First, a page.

Tablet Games: One element of gaming that has been on the upswing for me is acquiring and playing boardgames that have been ported to IOS games.  This is the third great theme for 2011 as it applies to me personally.  It was The Year of the Ipad game.  I have hesitated to list or outline what games I liked and didn’t like in a year end review, because I’m frankly embarrassed about how knee-jerk I was in purchasing a bunch of them last year– they are so affordable, it’s like tasty gaming crack cocaine.  I picked up an Ipad 2 about midyear and I’m very happy with it.  I had been considering getting a regular Android tablet instead, but in the interests of full disclosure, it was the fact that so many boardgames are being converted to the Ipad over the Android that sealed the deal for me.  I’m not sure if purists could consider this the same thing as acquiring the games themselves, but I did pick up games that I did not have in paper format, or had never played in paper format, and played them in electronic form.   That’s an interesting trend, don’t you think?  I’m quite taken with this trend, and have played and reviewed a few Ipad boardgame conversions– this will probably be another post entirely if I get round to it.  I reviewed Loot and Scoot (recently) and several others over the course of the year.   That’s a trend that will certainly continue.  I consider the Ipad and Android tablets to be an important element in the future of boardgaming.  I wish we could start seeing miniature wargaming utilities and game assists for the Ipad and Android, this is an area that has been sadly neglected.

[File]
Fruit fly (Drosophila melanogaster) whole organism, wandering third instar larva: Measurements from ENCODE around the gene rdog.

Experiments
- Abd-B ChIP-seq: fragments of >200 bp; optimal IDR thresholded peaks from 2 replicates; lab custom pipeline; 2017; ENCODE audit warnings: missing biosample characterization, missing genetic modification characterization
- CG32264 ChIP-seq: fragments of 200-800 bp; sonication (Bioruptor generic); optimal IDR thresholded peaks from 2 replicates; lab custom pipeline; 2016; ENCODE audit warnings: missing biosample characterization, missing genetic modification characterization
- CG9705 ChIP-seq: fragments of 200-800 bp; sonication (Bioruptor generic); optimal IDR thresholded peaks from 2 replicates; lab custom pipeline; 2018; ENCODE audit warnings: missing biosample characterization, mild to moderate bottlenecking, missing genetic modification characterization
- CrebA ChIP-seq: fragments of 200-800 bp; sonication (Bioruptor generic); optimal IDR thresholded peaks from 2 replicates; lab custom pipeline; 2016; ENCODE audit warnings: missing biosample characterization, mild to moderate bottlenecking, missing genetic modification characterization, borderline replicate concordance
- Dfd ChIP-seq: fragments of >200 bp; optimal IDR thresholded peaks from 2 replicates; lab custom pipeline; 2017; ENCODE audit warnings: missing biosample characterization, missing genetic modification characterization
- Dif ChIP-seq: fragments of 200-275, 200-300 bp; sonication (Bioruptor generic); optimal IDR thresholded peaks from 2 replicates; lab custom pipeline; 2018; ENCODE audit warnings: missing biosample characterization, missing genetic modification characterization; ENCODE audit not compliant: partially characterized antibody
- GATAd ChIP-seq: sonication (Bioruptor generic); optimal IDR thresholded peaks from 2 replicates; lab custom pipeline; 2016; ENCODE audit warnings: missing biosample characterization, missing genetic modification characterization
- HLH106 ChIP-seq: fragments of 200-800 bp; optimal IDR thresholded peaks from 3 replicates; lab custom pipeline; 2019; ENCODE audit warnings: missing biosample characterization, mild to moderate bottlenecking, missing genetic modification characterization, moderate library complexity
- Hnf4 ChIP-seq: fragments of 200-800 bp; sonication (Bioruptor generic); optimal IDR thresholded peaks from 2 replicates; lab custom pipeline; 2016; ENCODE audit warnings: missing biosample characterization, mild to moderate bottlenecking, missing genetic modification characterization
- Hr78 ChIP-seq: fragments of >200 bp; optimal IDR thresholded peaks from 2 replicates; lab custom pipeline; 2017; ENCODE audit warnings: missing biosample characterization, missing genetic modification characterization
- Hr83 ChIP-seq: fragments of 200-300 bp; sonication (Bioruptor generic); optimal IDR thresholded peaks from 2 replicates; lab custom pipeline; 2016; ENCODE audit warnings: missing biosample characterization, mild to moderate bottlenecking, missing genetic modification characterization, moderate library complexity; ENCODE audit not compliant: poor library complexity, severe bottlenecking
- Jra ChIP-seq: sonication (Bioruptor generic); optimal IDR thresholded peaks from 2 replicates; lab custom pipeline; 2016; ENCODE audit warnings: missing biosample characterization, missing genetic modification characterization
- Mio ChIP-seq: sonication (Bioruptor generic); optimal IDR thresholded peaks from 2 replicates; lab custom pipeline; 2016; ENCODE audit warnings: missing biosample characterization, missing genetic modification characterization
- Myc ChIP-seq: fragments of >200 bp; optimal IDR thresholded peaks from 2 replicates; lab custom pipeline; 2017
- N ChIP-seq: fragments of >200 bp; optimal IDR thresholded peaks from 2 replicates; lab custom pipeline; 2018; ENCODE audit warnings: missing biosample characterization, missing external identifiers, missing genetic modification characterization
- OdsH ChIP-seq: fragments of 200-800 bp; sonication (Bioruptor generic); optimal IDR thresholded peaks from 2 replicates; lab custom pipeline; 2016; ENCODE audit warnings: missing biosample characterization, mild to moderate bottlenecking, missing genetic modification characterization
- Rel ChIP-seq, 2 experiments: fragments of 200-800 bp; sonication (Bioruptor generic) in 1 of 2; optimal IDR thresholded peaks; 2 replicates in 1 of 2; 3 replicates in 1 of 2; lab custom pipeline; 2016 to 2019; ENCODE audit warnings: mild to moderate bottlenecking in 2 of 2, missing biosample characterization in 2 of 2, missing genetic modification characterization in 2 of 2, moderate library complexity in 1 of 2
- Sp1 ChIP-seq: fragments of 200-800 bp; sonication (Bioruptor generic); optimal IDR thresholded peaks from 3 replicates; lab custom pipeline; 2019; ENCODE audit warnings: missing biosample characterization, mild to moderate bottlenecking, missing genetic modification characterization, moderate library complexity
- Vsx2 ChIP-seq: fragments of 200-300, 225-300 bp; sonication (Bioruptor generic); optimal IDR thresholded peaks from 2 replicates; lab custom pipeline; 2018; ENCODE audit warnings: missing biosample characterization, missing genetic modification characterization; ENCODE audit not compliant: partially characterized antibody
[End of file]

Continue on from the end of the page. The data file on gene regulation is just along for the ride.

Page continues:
In summary, what’s up for the new year: More small intimate conventions.  Avoiding getting sucked into the Great Mayan Gaming Glut Apocalypse of 2012.  More Ipad based games that can play other people over the internet.  More Meetup events.  More painting of miniatures.  I plan on enjoying myself, and spreading the word as best I can.  I’ll see you round the table in 2012.

One response to “2011, a year in games as viewed as a downhill motor race*…

  1. You don’t need to cut back on you game acquisitions.
    I was thinking the same thing earlier this year. But then I realized I got my games because I wanted to. Because they were all great games and they were worth owning them.